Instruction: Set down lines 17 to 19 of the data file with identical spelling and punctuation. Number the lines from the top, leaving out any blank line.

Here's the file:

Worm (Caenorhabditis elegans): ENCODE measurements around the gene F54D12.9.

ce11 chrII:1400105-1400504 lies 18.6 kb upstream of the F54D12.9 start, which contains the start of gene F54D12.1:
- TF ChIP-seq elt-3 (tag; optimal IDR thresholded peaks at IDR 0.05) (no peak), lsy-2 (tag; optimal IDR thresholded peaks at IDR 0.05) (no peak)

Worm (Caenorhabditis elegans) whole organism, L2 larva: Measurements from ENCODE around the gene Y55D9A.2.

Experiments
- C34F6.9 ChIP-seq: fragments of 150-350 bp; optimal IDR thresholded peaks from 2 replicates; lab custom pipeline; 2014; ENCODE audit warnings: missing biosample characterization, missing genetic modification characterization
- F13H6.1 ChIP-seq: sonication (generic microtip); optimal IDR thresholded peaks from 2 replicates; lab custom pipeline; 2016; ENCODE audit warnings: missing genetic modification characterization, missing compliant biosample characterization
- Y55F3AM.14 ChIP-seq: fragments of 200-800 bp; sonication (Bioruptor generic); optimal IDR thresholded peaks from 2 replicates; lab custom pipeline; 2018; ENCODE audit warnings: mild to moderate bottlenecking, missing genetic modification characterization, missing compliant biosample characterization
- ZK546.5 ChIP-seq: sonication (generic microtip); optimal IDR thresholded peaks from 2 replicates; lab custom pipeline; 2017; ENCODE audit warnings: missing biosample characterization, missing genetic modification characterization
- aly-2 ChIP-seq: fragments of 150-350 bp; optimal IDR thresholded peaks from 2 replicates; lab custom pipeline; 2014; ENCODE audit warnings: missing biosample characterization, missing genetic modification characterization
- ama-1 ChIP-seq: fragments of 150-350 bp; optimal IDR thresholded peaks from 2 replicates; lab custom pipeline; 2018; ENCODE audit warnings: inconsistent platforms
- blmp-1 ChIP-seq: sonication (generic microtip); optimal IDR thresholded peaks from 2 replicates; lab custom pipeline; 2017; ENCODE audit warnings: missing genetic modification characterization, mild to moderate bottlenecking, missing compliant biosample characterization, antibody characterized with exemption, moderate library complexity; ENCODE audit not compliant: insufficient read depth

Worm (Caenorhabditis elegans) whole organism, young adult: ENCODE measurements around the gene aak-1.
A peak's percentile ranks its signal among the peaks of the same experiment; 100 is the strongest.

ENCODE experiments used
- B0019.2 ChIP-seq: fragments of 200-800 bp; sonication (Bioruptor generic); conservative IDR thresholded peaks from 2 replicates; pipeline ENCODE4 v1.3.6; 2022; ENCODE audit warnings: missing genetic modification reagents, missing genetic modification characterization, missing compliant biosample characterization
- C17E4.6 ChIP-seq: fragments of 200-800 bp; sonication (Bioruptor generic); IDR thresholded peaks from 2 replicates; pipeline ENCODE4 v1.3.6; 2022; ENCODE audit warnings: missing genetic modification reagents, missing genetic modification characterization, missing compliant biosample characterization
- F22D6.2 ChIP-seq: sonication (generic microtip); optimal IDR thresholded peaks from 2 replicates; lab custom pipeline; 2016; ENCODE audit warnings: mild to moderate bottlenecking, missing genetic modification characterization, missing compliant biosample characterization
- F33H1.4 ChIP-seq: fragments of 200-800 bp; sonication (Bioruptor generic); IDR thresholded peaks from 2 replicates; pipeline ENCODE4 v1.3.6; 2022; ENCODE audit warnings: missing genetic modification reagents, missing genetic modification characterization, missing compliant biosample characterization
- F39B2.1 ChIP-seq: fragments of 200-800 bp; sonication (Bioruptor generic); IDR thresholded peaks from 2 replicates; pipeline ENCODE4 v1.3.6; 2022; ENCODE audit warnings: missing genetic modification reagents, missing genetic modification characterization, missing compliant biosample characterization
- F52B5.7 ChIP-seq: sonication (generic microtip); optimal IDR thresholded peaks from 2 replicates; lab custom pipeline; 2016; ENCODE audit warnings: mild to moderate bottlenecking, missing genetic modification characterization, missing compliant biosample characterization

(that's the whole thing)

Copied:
- C17E4.6 ChIP-seq: fragments of 200-800 bp; sonication (Bioruptor generic); IDR thresholded peaks from 2 replicates; pipeline ENCODE4 v1.3.6; 2022; ENCODE audit warnings: missing genetic modification reagents, missing genetic modification characterization, missing compliant biosample characterization
- F22D6.2 ChIP-seq: sonication (generic microtip); optimal IDR thresholded peaks from 2 replicates; lab custom pipeline; 2016; ENCODE audit warnings: mild to moderate bottlenecking, missing genetic modification characterization, missing compliant biosample characterization
- F33H1.4 ChIP-seq: fragments of 200-800 bp; sonication (Bioruptor generic); IDR thresholded peaks from 2 replicates; pipeline ENCODE4 v1.3.6; 2022; ENCODE audit warnings: missing genetic modification reagents, missing genetic modification characterization, missing compliant biosample characterization